There is no other bujutsu like this. From basic techniques to a training method that build the Aiki Ki Body.
The Aiki bodies of Sokaku Takeda and Kodo Horikawa
Once one becomes capable of using Aiki, then one becomes able to build the Aiki Body with Aiki. Not the Ki Body, creating the Aiki Body.
Horikawa Sensei’s techniques were incredible, but his body was also incredible. His body was filled full with Ki. Not a soft, fluffy Ki. He was filled full with a sharp, intense Ki.
Since Sensei was a school teacher, he had never done any kind of physical labor. I always wondered “How did he develop such an incredible body?”. He didn’t have the shape of a Ki Body, his body was in the form of an Aiki Body.
Sokaku Takeda and Takuma Hisa
Receiving Menkyo Kaiden in Daito-ryu Aiki-jujutsu, 1939
Sokaku Takeda’s body was also firm and sharp. There are pictures of them together, but when compared to Sokaku Takeda’s body Takuma Hisa still looks something like a child.
I think that Takeda Sensei must have handled Takuma Hisa Sensei like a child. Horikawa Sensei’s body was incredible, but Takeda Sensei’s was far and above even that.
Development of the Tendons and Ligaments
All schools of bujutsu build a resilient body through severe training. It is through that that one can become capable of using techniques such that are called “divine techniques”.
Aiki as well was born at the end of the struggles of our ancestors devoting their entire body and souls to their training.
There are several hundred schools of bujutsu in Japan, but the name “Aiki-jujutsu” exists only in Daito-ryu Aiki-jujutsu.
No matter how weak one’s body is, if they truly understand Aiki and train correctly then they will develop a resilient Aiki Body.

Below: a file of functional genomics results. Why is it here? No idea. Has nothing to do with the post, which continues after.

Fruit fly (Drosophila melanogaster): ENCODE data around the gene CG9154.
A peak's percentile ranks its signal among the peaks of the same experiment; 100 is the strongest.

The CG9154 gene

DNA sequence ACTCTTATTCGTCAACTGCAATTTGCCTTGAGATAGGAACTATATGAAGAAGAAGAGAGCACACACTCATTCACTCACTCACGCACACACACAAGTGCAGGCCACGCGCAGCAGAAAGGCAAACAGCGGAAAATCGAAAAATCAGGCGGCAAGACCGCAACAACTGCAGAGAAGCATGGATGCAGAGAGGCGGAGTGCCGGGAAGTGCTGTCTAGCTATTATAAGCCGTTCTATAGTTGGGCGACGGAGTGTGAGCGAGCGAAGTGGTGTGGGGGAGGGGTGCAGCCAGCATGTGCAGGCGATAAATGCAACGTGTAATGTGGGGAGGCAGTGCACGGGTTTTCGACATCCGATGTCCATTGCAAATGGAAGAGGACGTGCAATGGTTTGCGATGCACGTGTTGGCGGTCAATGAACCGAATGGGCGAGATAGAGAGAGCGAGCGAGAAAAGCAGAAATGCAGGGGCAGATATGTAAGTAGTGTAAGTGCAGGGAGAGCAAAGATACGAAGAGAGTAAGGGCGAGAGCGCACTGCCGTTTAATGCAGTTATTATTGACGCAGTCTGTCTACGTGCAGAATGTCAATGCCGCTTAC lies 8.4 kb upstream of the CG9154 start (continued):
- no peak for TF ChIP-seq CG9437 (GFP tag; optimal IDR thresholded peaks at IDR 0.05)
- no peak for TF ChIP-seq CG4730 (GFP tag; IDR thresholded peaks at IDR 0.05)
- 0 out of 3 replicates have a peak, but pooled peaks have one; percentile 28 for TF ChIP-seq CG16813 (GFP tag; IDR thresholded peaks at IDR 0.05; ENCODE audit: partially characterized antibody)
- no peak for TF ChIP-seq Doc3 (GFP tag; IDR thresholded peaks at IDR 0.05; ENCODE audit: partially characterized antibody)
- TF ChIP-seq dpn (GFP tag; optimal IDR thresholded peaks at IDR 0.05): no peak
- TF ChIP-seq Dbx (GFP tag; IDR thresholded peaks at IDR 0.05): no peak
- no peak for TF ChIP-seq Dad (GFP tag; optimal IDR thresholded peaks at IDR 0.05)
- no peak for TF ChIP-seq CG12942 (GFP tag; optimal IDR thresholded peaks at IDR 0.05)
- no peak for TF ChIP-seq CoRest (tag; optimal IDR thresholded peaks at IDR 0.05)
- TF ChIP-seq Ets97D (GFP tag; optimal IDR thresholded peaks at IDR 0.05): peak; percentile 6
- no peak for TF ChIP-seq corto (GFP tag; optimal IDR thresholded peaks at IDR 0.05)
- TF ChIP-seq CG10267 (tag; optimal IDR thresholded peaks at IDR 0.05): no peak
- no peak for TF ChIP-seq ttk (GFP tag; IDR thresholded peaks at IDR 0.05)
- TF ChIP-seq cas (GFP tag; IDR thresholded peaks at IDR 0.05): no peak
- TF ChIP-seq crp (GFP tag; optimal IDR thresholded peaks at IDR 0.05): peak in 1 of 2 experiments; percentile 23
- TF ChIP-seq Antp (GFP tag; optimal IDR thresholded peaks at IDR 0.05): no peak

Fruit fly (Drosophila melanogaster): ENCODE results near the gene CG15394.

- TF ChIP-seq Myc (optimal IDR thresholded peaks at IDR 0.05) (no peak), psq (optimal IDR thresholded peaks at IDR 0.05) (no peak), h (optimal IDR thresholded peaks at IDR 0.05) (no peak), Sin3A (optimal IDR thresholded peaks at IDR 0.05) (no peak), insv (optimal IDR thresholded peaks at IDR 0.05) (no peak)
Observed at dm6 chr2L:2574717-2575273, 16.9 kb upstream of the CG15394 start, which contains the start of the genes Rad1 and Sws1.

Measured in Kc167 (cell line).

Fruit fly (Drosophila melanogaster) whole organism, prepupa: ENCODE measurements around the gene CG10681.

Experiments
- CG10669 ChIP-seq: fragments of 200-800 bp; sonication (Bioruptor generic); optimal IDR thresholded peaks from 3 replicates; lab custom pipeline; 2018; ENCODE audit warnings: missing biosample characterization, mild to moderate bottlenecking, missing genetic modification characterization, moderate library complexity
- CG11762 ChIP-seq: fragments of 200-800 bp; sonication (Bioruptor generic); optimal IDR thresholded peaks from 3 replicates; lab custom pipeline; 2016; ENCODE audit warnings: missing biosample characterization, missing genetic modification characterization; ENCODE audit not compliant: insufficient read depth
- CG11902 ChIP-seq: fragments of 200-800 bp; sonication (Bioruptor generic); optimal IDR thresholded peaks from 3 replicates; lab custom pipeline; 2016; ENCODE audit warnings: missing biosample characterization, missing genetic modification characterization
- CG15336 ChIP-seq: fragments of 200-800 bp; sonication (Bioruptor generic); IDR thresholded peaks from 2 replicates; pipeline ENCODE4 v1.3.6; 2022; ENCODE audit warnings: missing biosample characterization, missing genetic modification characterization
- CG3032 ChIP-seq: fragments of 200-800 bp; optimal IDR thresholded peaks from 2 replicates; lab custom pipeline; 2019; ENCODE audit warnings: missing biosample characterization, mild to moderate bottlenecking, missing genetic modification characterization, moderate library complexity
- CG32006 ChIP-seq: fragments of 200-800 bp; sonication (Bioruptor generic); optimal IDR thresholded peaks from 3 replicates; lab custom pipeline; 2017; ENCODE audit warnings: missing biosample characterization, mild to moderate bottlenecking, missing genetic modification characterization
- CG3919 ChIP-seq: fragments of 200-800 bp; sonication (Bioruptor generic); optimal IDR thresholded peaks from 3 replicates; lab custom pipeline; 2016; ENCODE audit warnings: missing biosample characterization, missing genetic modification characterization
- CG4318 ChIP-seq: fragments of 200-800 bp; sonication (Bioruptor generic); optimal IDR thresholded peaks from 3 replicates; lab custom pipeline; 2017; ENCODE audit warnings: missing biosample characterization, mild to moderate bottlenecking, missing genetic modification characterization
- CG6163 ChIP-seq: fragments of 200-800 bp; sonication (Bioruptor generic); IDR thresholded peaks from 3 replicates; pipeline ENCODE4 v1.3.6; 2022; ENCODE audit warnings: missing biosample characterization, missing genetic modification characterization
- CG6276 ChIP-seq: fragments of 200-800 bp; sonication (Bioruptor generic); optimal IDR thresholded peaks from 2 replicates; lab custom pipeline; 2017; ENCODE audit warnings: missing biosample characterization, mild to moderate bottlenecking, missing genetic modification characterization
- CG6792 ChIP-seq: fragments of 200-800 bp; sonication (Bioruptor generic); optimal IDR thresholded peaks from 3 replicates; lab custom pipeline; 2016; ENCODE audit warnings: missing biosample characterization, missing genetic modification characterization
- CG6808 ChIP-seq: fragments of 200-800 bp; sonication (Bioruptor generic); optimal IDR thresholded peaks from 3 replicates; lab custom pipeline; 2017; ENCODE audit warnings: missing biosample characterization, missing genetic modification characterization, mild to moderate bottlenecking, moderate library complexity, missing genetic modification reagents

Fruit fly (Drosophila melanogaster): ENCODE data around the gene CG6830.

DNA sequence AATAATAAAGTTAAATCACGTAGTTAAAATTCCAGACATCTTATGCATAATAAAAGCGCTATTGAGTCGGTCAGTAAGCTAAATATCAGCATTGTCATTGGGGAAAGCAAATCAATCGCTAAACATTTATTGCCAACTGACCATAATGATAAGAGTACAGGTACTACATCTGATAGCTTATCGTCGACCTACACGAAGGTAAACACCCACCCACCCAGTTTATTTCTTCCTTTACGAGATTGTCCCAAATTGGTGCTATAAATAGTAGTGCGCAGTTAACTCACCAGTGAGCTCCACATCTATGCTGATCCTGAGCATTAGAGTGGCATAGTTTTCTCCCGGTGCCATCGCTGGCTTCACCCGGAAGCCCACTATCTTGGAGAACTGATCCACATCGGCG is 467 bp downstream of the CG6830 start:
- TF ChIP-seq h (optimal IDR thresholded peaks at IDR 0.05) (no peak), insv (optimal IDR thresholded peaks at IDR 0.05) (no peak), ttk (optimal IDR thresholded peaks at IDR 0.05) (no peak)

In Daito-ryu one first develops the Ki Body through training in basic techniques, and then begins to use Aiki. When using Ki the tendons and ligaments of the body don’t work very much. However, when one begins to use Aiki after developing the Ki Body the tendons and ligaments begin to work.
There was a time when Horikawa Sensei was admitted to the hospital after he cut his Achilles tendon two-thirds of the way through. At that time one of the doctors in the hospital said in wonder “This person’s Achilles tendon is three times as thick as a normal person’s!”.
Horikawa Sensei’s toes and fingers were also incredible.
Even normally when nothing was happening they were all stretched out wide. Just the same as I when I am stretch my finger and toes out wide to their tips.
The tendons in Horikawa Sensei’s Achilles tendon and his toes and fingers were the result of sixty years of Aiki conditioning. In other words, the tendons and ligaments throughout Horikawa Sensei’s entire body were strongly developed.
When the tendons and ligaments throughout one’s entire body are worked through Aiki training (conditioning) the tendons and ligaments start to develop and one can build the resilient Aiki Body.
Muscles, when one takes even a short break from muscular training, soon become weak. When one becomes of an advanced age their deterioration becomes visible. However, once tendons and ligaments are developed they do not deteriorate. Even when one reaches an advanced age that resilient body is preserved, and one can remain with a youthful appearance indefinitely.
Horikawa Sensei told me “Even if you’re sick in bed for a week or ten days, it’s no hindrance to using Aiki”. Even if you’re sick in bed for a week or ten days, the conditioned body does not deteriorate.
This happened one day in the third year of receiving instruction from Horikawa Sensei, the first year of receiving individual instruction in Kitami.
I asked Horikawa Sensei loudly “Sensei, Is Aiki kokyu-ho (a breathing method)?”. Horikawa Sensei was very hard of hearing.
Sensei said “What? Kokyu-ho? Hahaha…” – he just laughed and that was the end of it.
Then, after a few days had passed I was having tea at Sensei’s house after morning practice and an Aikido demonstration was being broadcast.